JESSE J. BAÑUELOS, A LOS ANGELES IMMIGRATION ATTORNEY

U VISAS FOR VICTIMS OF CERTAIN CRIMES

The U visa program was established for undocumented aliens who have suffered physical or mental/emotional abuse, or injury as a result of the criminal acts of others, and who are collaborating, have collaborated, or are willing to collaborate with governmental authorities in the investigation or prosecution of the crime against the parties who were responsible for those crimes. Many undocumented aliens who are the victims of crimes, out of fear of deportation, prefer to remain silent. The purpose of the U visa program is to motivate those victims to report those crimes to the appropriate authorities.

REQUIREMENTS OF A U VISA

1.  The applicant must have suffered physical or mental/emotional abuse, or injury as a result of certain kind of criminal activity, such as assault, rape, torture, human trafficking, incest, domestic violence, sexual assault, kidnapping, blackmail, murder, slave trade, involuntary servitude, felonious assault, etc., at the hands of another person;

2.  The date of the incident doesn’t matter; it doesn’t matter whether it occurred today, or 10, 20 years ago;

3.  The injury does not have to be physical. For example, the emotional trauma that someone suffers when someone is threatened with harm or death by another who is wielding a gun, a knife, or some other potentially deadly weapon, etc., would be considered sufficient injury;

4.  The crime must have violated the laws of the U.S. and/or the laws of a state in the U.S., and must have occurred in the US;

5.  The applicant–or in the case of an applicant child under 16, the child’s parent or guardian–has been helpful; is being helpful; and is willing to be helpful with law enforcement authorities in their criminal investigation or prosecution of the criminal activity that caused the applicant’s injury;

6.  The local police, or some other government agency in the U.S., such as a district attorney’s office, the FBI, a county’s department of social services, etc., prepared a report regarding the incident;

7.  It’s not necessary for the perpetrator of the crime to be convicted of a crime. In fact, he doesn’t even have to be arrested. If the victim meets all the other requirements, it is possible for a crime victim to be eligible for a U visa, even if the perpetrator is never found or identified; and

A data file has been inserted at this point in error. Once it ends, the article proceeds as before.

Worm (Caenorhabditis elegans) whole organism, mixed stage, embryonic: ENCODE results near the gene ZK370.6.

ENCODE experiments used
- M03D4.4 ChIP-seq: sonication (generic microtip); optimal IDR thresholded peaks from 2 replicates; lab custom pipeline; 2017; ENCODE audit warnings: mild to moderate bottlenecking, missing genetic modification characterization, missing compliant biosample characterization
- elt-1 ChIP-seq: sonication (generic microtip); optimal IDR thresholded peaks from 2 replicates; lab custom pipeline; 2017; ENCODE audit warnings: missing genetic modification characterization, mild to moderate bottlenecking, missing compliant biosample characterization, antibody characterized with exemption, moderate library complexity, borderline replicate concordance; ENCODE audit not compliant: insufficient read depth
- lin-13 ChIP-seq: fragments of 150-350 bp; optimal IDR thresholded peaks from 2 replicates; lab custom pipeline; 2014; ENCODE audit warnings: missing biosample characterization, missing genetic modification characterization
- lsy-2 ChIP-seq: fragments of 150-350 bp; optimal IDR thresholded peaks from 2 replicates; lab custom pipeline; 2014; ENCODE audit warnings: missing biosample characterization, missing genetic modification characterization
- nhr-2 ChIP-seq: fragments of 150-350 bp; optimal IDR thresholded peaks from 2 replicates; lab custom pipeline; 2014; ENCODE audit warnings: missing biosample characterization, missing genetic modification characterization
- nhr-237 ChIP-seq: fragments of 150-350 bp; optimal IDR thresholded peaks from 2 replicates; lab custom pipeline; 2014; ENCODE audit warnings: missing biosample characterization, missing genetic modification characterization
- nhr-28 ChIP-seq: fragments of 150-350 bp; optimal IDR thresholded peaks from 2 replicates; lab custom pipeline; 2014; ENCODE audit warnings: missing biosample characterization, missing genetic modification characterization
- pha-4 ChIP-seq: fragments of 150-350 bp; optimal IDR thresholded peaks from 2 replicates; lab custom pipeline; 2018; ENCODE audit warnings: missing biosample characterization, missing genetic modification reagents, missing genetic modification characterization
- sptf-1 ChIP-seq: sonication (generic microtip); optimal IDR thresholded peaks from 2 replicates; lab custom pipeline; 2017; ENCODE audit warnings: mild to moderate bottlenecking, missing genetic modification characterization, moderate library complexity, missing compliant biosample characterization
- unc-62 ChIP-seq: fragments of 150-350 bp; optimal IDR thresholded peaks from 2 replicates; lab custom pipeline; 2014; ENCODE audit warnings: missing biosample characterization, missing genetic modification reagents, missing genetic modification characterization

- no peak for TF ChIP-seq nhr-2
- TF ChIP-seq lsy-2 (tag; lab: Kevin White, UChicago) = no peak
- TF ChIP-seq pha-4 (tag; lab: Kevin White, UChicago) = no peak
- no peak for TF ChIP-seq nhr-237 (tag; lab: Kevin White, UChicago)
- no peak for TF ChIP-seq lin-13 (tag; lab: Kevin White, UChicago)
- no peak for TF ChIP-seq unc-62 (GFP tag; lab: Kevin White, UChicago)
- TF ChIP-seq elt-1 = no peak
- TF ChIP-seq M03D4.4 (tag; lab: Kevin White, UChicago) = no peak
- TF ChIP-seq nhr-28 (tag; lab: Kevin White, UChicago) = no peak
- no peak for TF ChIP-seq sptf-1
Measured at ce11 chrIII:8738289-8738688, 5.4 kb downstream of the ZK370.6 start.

8.  Neither the applicant nor his/her qualifying relatives need to be living in the U.S. when he/she/they applies/apply for a U visa.

BENEFITS OF A U VISA

1.  A work permit once the U visa petition is approved;

2.  Protection from deportation/removal while the petition for a U visa is pending, even if the applicant is in deportation/removal proceedings, or has a deportation/removal order pending against him;

3.  Waivers of an applicant’s violations of immigration laws, such as immigration fraud, unlawful presence in the US, deportations, many types of criminal convictions, whether they are felonies or misdemeanors, etc., that the INS/USCIS would usually not forgive under any other program; and

4.  If after his application is approved, the applicant maintains continuous residence in the U.S. for at least three years, he will be eligible to apply for a green card.

WHO IS ELIGIBLE TO APPLY FOR A U VISA?

1.  The principal applicant (the victim of the crime);

2.  The principal applicant’s spouse. [NOTE: THERE HAS BEEN A RECENT CHANGE IN THE LAW WITH RESPECT TO THE SPOUSES OF U VISA APPLICANTS. The change is the following: the spouse of a principal U visa applicant can apply for a U visa even if: a) that spouse was not married to the principal applicant when that applicant filed his/her U visa application, and that application is still pending; or b) the principal applicant’s U visa application has already been approved];

3.  The principal applicant’s children who are unmarried and under 21;

4.  Victims who are under the age of 21 may also request U-visas for their parents and their unmarried minor siblings (under age 18). A sibling’s age is determined as of the date when the sibling’s U-visa application is filed;

5.  Indirect victims of criminal activity. Certain family members of the primary victim can apply for U visas as indirect victims if the primary victim dies due to murder, manslaughter, or was rendered incompetent or incapacitated as a result of the criminal act of another person, and, therefore, cannot help the authorities with the investigation of that crime. Indirect victims still need to establish that they meet the other eligibility requirements for U-visa status; that they have been helpful, are being helpful, or will be helpful in the investigation of the crime; they suffered substantial harm as a result of the crime. USCIS considers the age of the victim at the time of the crime to determine who is eligible as an indirect victim. For crime victims who are age 21 or older, their spouse, as well as their children under 21 years of age, may be considered indirect victims. For victims under age 21, their parents and unmarried siblings under 18 can be considered indirect victims; and

6.  Bystanders. Under limited circumstances bystanders may qualify as U-visa victims. When a bystander has suffered an unusually direct injury as the result of a qualifying crime (for example, suffering a miscarriage after witnessing a criminal activity), the bystander may be eligible for a U-visa.

TO DO IT RIGHT, IT IS BEST TO APPLY FOR A U VISA WITH THE HELP OF AN ATTORNEY

The process of applying for a U visa is very complicated. For these reasons, if you are a victim of a crime, and you wish to apply for this benefit, you will need the help of an experienced immigration attorney, such as Mr. Bañuelos. Because he is hardworking and tenacious, Mr. Bañuelos has been successfully resolving difficult immigration problems, and has been winning difficult deportation and removal cases for over 20 years.